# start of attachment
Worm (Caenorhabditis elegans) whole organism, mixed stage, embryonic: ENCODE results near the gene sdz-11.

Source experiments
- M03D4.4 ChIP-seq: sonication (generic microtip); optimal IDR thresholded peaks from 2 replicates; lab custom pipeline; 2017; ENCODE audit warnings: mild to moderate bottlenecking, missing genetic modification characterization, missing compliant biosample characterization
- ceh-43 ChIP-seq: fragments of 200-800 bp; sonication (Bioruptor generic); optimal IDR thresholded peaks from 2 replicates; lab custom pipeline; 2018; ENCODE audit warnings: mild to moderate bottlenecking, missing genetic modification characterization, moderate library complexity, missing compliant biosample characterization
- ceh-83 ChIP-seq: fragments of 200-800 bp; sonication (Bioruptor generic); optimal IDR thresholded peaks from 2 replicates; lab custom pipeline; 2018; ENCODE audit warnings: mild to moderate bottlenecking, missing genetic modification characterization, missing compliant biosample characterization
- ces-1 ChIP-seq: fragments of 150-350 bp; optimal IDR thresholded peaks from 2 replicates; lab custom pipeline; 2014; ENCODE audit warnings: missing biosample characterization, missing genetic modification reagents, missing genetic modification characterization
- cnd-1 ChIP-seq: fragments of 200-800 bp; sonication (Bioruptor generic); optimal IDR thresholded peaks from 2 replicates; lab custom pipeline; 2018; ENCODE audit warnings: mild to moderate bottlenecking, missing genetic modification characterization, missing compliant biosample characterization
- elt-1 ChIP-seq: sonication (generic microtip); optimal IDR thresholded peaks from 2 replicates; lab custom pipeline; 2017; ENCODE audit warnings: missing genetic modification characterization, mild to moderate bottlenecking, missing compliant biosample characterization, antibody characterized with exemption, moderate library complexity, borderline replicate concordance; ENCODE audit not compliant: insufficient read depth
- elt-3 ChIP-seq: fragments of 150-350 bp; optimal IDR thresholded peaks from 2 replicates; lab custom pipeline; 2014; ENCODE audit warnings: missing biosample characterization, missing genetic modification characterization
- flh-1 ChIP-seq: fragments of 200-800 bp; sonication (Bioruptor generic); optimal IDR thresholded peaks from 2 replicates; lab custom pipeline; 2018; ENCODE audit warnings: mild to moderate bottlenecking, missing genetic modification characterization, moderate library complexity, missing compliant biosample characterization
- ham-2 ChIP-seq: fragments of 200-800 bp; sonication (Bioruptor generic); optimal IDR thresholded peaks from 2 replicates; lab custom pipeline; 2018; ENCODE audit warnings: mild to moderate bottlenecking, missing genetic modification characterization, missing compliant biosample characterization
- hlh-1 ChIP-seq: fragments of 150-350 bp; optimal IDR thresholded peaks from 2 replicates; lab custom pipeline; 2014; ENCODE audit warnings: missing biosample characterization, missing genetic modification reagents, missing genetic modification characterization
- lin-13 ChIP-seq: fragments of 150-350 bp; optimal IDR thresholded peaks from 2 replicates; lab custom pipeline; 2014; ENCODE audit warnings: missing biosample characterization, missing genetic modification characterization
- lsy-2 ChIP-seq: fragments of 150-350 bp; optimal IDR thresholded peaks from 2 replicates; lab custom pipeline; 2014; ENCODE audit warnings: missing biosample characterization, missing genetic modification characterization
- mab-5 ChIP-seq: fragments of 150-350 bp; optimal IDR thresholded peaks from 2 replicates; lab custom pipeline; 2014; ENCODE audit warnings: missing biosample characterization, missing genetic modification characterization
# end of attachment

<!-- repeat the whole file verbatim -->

Worm (Caenorhabditis elegans) whole organism, mixed stage, embryonic: ENCODE results near the gene sdz-11.

Source experiments
- M03D4.4 ChIP-seq: sonication (generic microtip); optimal IDR thresholded peaks from 2 replicates; lab custom pipeline; 2017; ENCODE audit warnings: mild to moderate bottlenecking, missing genetic modification characterization, missing compliant biosample characterization
- ceh-43 ChIP-seq: fragments of 200-800 bp; sonication (Bioruptor generic); optimal IDR thresholded peaks from 2 replicates; lab custom pipeline; 2018; ENCODE audit warnings: mild to moderate bottlenecking, missing genetic modification characterization, moderate library complexity, missing compliant biosample characterization
- ceh-83 ChIP-seq: fragments of 200-800 bp; sonication (Bioruptor generic); optimal IDR thresholded peaks from 2 replicates; lab custom pipeline; 2018; ENCODE audit warnings: mild to moderate bottlenecking, missing genetic modification characterization, missing compliant biosample characterization
- ces-1 ChIP-seq: fragments of 150-350 bp; optimal IDR thresholded peaks from 2 replicates; lab custom pipeline; 2014; ENCODE audit warnings: missing biosample characterization, missing genetic modification reagents, missing genetic modification characterization
- cnd-1 ChIP-seq: fragments of 200-800 bp; sonication (Bioruptor generic); optimal IDR thresholded peaks from 2 replicates; lab custom pipeline; 2018; ENCODE audit warnings: mild to moderate bottlenecking, missing genetic modification characterization, missing compliant biosample characterization
- elt-1 ChIP-seq: sonication (generic microtip); optimal IDR thresholded peaks from 2 replicates; lab custom pipeline; 2017; ENCODE audit warnings: missing genetic modification characterization, mild to moderate bottlenecking, missing compliant biosample characterization, antibody characterized with exemption, moderate library complexity, borderline replicate concordance; ENCODE audit not compliant: insufficient read depth
- elt-3 ChIP-seq: fragments of 150-350 bp; optimal IDR thresholded peaks from 2 replicates; lab custom pipeline; 2014; ENCODE audit warnings: missing biosample characterization, missing genetic modification characterization
- flh-1 ChIP-seq: fragments of 200-800 bp; sonication (Bioruptor generic); optimal IDR thresholded peaks from 2 replicates; lab custom pipeline; 2018; ENCODE audit warnings: mild to moderate bottlenecking, missing genetic modification characterization, moderate library complexity, missing compliant biosample characterization
- ham-2 ChIP-seq: fragments of 200-800 bp; sonication (Bioruptor generic); optimal IDR thresholded peaks from 2 replicates; lab custom pipeline; 2018; ENCODE audit warnings: mild to moderate bottlenecking, missing genetic modification characterization, missing compliant biosample characterization
- hlh-1 ChIP-seq: fragments of 150-350 bp; optimal IDR thresholded peaks from 2 replicates; lab custom pipeline; 2014; ENCODE audit warnings: missing biosample characterization, missing genetic modification reagents, missing genetic modification characterization
- lin-13 ChIP-seq: fragments of 150-350 bp; optimal IDR thresholded peaks from 2 replicates; lab custom pipeline; 2014; ENCODE audit warnings: missing biosample characterization, missing genetic modification characterization
- lsy-2 ChIP-seq: fragments of 150-350 bp; optimal IDR thresholded peaks from 2 replicates; lab custom pipeline; 2014; ENCODE audit warnings: missing biosample characterization, missing genetic modification characterization
- mab-5 ChIP-seq: fragments of 150-350 bp; optimal IDR thresholded peaks from 2 replicates; lab custom pipeline; 2014; ENCODE audit warnings: missing biosample characterization, missing genetic modification characterization